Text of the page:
Forces unite to tackle latest outbreak of Ebola in the Congo

The World Health Organisation (WHO) says another outbreak of the deadly Ebola virus in the Democratic Republic of Congo has killed at least five people.

An outbreak of the deadly virus recently killed over 100 people in central DR Congo says the WHO and many more became sick.

The last major incidence of the disease was in Uganda in 2001 when more than 400 cases were reported and more than half of the patients died.

To date according to the WHO there have been 372 cases and 166 deaths associated with the current outbreak in the province.

Blood samples from this latest outbreak in the southern province of Kasai have been sent to laboratories which specialise in tracing haemorrhagic fever in Gabon and Atlanta (USA).

Scientists suspect some deaths could have been from the bacteria Shigella, which causes dysentery; this presents an added complication, particularly with regard to rehydration and antibiotic treatment and more samples have been taken for further laboratory analysis.

A mystery virus which appeared in several villages around Kananga, the capital of West Kasai region three months ago sickened many and emergency response teams supported by the WHO are now being sent to DR Congo to try to contain the outbreak.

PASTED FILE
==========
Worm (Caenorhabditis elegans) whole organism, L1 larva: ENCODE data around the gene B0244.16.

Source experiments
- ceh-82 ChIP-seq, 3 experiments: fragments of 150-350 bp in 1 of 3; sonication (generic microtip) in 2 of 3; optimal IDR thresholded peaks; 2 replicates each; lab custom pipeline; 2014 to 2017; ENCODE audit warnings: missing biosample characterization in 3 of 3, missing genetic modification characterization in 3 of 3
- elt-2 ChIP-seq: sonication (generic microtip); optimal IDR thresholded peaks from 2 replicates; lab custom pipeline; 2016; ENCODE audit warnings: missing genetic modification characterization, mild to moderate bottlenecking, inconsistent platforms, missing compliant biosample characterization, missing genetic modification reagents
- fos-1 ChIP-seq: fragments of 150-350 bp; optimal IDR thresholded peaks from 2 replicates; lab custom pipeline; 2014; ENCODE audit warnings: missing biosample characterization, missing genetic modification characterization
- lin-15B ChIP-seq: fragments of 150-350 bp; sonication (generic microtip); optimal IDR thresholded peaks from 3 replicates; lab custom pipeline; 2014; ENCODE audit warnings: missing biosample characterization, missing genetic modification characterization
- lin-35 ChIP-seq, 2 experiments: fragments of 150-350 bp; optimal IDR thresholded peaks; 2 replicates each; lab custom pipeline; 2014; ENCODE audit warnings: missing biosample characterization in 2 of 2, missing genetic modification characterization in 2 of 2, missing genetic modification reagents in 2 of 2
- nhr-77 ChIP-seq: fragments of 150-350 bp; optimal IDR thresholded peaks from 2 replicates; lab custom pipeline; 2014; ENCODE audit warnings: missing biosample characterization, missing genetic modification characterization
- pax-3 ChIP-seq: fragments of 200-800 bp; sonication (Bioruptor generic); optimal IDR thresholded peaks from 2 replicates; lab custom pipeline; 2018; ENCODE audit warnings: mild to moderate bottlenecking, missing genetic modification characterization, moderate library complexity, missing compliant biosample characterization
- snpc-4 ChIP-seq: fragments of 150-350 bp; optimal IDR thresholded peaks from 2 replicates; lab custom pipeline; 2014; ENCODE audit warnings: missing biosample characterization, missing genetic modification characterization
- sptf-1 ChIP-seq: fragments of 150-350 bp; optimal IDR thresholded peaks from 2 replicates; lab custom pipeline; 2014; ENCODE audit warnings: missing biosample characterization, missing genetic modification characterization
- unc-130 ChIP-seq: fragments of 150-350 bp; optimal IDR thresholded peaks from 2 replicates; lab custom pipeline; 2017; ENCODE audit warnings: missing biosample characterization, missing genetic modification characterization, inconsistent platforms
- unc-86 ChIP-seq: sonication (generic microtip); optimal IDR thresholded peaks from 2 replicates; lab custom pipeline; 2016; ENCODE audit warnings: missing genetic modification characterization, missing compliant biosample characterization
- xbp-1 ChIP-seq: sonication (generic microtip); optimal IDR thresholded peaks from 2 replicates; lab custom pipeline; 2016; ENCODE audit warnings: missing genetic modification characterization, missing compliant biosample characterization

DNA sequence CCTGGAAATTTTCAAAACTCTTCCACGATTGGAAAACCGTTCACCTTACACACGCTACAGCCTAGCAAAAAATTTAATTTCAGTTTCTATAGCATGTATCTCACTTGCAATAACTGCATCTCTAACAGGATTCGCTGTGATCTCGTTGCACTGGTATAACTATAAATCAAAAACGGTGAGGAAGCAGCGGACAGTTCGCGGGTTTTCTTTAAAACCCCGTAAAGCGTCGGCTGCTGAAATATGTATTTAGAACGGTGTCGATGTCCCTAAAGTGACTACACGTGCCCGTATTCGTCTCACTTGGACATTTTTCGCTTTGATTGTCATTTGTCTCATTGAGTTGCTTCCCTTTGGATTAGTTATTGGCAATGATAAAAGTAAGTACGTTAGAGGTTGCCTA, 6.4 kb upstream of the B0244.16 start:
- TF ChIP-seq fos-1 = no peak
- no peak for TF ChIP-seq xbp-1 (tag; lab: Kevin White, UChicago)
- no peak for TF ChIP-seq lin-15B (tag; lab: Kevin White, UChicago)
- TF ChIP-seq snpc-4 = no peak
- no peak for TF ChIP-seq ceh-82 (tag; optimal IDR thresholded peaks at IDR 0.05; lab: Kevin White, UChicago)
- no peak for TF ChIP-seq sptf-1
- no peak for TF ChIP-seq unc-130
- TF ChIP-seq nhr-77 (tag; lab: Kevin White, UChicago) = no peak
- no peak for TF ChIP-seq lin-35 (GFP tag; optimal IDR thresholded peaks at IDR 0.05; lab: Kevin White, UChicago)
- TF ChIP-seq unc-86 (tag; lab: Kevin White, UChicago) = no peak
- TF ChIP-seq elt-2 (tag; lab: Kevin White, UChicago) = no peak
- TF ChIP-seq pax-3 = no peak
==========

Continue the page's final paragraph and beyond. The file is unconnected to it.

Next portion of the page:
Extra medical staff, outbreak response equipment and supplies, including Personal Protective Equipment are being sent to the area, along with a team of national and international experts.

They will try to implement control strategies for the Ebola outbreak and support outbreak field response in the province.

Médecins Sans Frontières too has deployed clinicians, water and sanitation experts and logisticians to the area and has established appropriate isolation facilities.

The Ebola virus is untreatable and almost always fatal and is transmitted by direct contact with the blood, secretions, organs or other bodily fluids of infected persons; it can also be transmitted by eating infected bush meat.

It has an incubation period of two to 21 days and is often characterized by the sudden onset of fever, intense weakness, muscle pain, headache and sore throat.

This is often followed by vomiting, diarrhoea, rash, impaired kidney and liver function, and in some cases, both internal and external bleeding.

Additional support from the Global Outbreak Alert and Response Network has been called for and the WHO is also working with the INRB, CIRMF, CDC, Atlanta and the Public Health Agency of Canada laboratory in Winnipeg to ensure the Democratic Republic of the Congo ministry of health is provided with comprehensive laboratory support in the control and investigation of the outbreak.

The WHO says at this stage there is no need for any restrictions on travel or trade with the Democratic Republic of the Congo to be applied.

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